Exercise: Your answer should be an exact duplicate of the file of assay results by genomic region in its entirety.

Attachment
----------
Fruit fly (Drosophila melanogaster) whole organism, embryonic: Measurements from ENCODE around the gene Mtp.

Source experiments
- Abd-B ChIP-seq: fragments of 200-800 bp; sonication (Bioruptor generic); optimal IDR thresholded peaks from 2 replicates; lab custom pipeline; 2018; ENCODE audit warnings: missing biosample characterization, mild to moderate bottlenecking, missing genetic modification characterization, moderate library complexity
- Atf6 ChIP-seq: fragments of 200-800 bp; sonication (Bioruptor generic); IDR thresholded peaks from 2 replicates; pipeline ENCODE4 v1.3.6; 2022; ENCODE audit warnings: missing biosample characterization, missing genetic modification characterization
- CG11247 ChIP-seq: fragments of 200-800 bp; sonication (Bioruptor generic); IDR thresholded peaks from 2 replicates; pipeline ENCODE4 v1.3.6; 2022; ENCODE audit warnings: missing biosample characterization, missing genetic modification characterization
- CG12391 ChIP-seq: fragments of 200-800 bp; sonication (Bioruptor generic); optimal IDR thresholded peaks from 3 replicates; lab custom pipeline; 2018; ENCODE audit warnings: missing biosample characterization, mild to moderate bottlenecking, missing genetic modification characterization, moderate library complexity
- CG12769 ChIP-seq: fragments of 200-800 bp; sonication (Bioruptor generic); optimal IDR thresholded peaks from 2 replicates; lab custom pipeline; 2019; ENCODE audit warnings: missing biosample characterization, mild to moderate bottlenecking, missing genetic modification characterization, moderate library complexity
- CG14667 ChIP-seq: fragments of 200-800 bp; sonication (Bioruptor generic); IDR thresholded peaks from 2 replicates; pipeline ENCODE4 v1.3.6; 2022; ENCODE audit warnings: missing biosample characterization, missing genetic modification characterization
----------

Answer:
Fruit fly (Drosophila melanogaster) whole organism, embryonic: Measurements from ENCODE around the gene Mtp.

Source experiments
- Abd-B ChIP-seq: fragments of 200-800 bp; sonication (Bioruptor generic); optimal IDR thresholded peaks from 2 replicates; lab custom pipeline; 2018; ENCODE audit warnings: missing biosample characterization, mild to moderate bottlenecking, missing genetic modification characterization, moderate library complexity
- Atf6 ChIP-seq: fragments of 200-800 bp; sonication (Bioruptor generic); IDR thresholded peaks from 2 replicates; pipeline ENCODE4 v1.3.6; 2022; ENCODE audit warnings: missing biosample characterization, missing genetic modification characterization
- CG11247 ChIP-seq: fragments of 200-800 bp; sonication (Bioruptor generic); IDR thresholded peaks from 2 replicates; pipeline ENCODE4 v1.3.6; 2022; ENCODE audit warnings: missing biosample characterization, missing genetic modification characterization
- CG12391 ChIP-seq: fragments of 200-800 bp; sonication (Bioruptor generic); optimal IDR thresholded peaks from 3 replicates; lab custom pipeline; 2018; ENCODE audit warnings: missing biosample characterization, mild to moderate bottlenecking, missing genetic modification characterization, moderate library complexity
- CG12769 ChIP-seq: fragments of 200-800 bp; sonication (Bioruptor generic); optimal IDR thresholded peaks from 2 replicates; lab custom pipeline; 2019; ENCODE audit warnings: missing biosample characterization, mild to moderate bottlenecking, missing genetic modification characterization, moderate library complexity
- CG14667 ChIP-seq: fragments of 200-800 bp; sonication (Bioruptor generic); IDR thresholded peaks from 2 replicates; pipeline ENCODE4 v1.3.6; 2022; ENCODE audit warnings: missing biosample characterization, missing genetic modification characterization